What is inFAMOUS? Take the action of Crackdown, infuse it with the open world of Assassin's Creed, and add amazing controls, instant fun and a great comic book feel.
It's a game about instant reward. It's the type I can pick up and play for 30 minutes, have a great time and complete a few missions.
It's a great break from the heavy time-investment games such as Fallout 3. I could spend hours jumping from rooftop to rooftop trying to collect as many of the side items as I could.
I could totally ignore all missions available and concentrate on completing stunts or keeping the citizens safe. Speaking of which, keeping people safe is totally optional.
Never miss a local story.
This is one of inFAMOUS' selling points, but it's something so many other games offer that I wouldn't list it as one of its great attributes.
Sure, you can go "good" and save all the citizens or go "bad" and not have a care in the world. But this routine has been done so many times I'd rather concentrate on what separates inFAMOUS from the pack.
This is a game that's hard to complain about, as it does almost everything very well. It's not perfect — are a couple of minor shortcomings — but there are few other offerings in this genre that perform so well.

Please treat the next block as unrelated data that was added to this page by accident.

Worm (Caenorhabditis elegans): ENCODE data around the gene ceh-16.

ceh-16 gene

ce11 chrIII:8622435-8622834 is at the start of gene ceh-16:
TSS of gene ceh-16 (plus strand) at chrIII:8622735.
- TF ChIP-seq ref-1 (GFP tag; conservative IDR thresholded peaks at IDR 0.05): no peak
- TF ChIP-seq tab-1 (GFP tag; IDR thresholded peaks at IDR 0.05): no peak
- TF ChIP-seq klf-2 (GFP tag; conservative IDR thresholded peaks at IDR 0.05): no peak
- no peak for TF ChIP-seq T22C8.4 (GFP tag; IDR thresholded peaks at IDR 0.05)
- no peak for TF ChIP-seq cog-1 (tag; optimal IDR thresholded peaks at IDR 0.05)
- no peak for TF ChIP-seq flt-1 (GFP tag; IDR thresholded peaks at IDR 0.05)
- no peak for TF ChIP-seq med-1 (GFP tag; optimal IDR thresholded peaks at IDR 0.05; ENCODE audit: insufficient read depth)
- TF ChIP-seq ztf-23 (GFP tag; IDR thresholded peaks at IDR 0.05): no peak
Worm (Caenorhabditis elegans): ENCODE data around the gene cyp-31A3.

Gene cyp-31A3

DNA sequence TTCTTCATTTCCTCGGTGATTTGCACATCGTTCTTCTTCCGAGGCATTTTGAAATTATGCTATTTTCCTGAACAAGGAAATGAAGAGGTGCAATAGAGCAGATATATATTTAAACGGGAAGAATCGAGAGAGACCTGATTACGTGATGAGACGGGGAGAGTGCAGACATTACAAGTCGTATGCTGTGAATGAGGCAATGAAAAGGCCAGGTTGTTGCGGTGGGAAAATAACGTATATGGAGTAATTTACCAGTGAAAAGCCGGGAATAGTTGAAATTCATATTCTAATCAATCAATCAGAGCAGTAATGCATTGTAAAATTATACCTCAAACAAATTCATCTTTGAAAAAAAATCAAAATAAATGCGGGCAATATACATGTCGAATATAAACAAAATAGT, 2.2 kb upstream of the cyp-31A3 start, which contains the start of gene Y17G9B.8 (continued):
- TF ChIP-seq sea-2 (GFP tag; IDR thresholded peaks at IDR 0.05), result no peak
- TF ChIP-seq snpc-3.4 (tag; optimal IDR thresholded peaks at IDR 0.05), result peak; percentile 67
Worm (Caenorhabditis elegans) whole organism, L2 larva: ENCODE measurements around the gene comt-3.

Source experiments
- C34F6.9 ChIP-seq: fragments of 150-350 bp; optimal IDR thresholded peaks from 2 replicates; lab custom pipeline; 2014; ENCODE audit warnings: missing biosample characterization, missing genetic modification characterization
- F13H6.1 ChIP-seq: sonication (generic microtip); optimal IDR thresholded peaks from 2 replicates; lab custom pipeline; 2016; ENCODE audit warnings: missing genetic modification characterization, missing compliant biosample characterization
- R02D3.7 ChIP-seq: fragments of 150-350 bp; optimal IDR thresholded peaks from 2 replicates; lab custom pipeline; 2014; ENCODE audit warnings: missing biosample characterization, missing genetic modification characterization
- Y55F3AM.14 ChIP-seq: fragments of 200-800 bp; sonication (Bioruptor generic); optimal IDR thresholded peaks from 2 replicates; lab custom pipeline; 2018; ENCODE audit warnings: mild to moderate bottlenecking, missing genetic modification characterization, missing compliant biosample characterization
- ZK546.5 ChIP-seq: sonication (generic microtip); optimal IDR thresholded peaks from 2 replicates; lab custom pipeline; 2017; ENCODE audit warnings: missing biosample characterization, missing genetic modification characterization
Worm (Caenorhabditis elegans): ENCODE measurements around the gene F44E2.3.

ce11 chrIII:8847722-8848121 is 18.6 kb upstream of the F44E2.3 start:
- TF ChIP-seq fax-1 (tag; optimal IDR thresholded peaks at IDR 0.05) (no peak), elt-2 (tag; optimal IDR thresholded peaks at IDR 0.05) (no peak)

First, there are the tight and responsive controls, which are absolutely the best I've seen in a game with such a wide-open world to explore. I can tell Sucker Punch, the developers, really put a lot of time into the control of the main character, Cole. I can think of only a few times he didn't do exactly what I wanted, even in high-tension fights or platforming sections. In a game in which so much relies on Cole's ability to move around uninhibited, it performs wonderfully.
This is also a game for comic book lovers. It combines a good story with an impressive graphic novel touch. In so many games, the story and feel are all but forgettable. Not so with inFAMOUS. The cutscenes tie up sections of the game with impressive style and substance. I can only hope they are planning a dedicated graphic novel.
There are only two aspects of the game I could possibly complain about, and both are minor. The first — interaction with the world — comes from my love of Crackdown. There were so many times I would have loved to pick up that explodable barrel and hurl it at the group of enemies, or move that car out of the way, but I couldn't. Cole doesn't have the ability to "use" any of the items strewn around the environment. But I'll let that slide.
Second would be the side missions. They do play a bigger part of the overall game than many other offerings, but they get repetitive, and some are irritating. One in particular is disarming surveillance equipment.
In the grand scheme, though, these are only minor detractions from the fun I was having.